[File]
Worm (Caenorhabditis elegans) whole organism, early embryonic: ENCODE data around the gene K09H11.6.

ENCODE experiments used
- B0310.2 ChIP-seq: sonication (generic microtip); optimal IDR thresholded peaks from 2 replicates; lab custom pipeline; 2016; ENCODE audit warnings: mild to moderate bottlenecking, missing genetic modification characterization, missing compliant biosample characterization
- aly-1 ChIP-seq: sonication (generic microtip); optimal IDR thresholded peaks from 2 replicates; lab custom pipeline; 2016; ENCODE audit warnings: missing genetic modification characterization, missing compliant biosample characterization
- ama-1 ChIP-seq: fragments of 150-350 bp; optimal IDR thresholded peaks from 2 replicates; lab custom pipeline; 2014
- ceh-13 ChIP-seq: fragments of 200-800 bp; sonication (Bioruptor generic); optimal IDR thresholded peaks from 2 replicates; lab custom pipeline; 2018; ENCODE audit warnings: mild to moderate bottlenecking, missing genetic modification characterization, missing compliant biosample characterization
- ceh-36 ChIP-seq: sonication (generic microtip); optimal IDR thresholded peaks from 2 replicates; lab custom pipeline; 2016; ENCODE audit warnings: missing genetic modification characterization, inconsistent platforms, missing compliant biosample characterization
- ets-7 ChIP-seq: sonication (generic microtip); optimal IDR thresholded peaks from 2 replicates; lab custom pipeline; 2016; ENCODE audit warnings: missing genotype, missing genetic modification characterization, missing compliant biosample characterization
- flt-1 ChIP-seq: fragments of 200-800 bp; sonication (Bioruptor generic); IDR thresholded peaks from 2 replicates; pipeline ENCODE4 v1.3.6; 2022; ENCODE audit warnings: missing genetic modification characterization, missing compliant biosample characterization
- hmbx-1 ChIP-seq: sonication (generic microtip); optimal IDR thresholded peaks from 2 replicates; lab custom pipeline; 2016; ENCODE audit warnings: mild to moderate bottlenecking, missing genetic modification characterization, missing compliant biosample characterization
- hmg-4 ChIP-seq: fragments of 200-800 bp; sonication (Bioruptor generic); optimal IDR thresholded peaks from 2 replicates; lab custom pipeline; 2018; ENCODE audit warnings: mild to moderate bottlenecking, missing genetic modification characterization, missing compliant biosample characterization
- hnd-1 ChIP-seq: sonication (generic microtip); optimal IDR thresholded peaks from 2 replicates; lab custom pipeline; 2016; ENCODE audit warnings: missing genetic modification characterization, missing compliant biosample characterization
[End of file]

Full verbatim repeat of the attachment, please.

Worm (Caenorhabditis elegans) whole organism, early embryonic: ENCODE data around the gene K09H11.6.

ENCODE experiments used
- B0310.2 ChIP-seq: sonication (generic microtip); optimal IDR thresholded peaks from 2 replicates; lab custom pipeline; 2016; ENCODE audit warnings: mild to moderate bottlenecking, missing genetic modification characterization, missing compliant biosample characterization
- aly-1 ChIP-seq: sonication (generic microtip); optimal IDR thresholded peaks from 2 replicates; lab custom pipeline; 2016; ENCODE audit warnings: missing genetic modification characterization, missing compliant biosample characterization
- ama-1 ChIP-seq: fragments of 150-350 bp; optimal IDR thresholded peaks from 2 replicates; lab custom pipeline; 2014
- ceh-13 ChIP-seq: fragments of 200-800 bp; sonication (Bioruptor generic); optimal IDR thresholded peaks from 2 replicates; lab custom pipeline; 2018; ENCODE audit warnings: mild to moderate bottlenecking, missing genetic modification characterization, missing compliant biosample characterization
- ceh-36 ChIP-seq: sonication (generic microtip); optimal IDR thresholded peaks from 2 replicates; lab custom pipeline; 2016; ENCODE audit warnings: missing genetic modification characterization, inconsistent platforms, missing compliant biosample characterization
- ets-7 ChIP-seq: sonication (generic microtip); optimal IDR thresholded peaks from 2 replicates; lab custom pipeline; 2016; ENCODE audit warnings: missing genotype, missing genetic modification characterization, missing compliant biosample characterization
- flt-1 ChIP-seq: fragments of 200-800 bp; sonication (Bioruptor generic); IDR thresholded peaks from 2 replicates; pipeline ENCODE4 v1.3.6; 2022; ENCODE audit warnings: missing genetic modification characterization, missing compliant biosample characterization
- hmbx-1 ChIP-seq: sonication (generic microtip); optimal IDR thresholded peaks from 2 replicates; lab custom pipeline; 2016; ENCODE audit warnings: mild to moderate bottlenecking, missing genetic modification characterization, missing compliant biosample characterization
- hmg-4 ChIP-seq: fragments of 200-800 bp; sonication (Bioruptor generic); optimal IDR thresholded peaks from 2 replicates; lab custom pipeline; 2018; ENCODE audit warnings: mild to moderate bottlenecking, missing genetic modification characterization, missing compliant biosample characterization
- hnd-1 ChIP-seq: sonication (generic microtip); optimal IDR thresholded peaks from 2 replicates; lab custom pipeline; 2016; ENCODE audit warnings: missing genetic modification characterization, missing compliant biosample characterization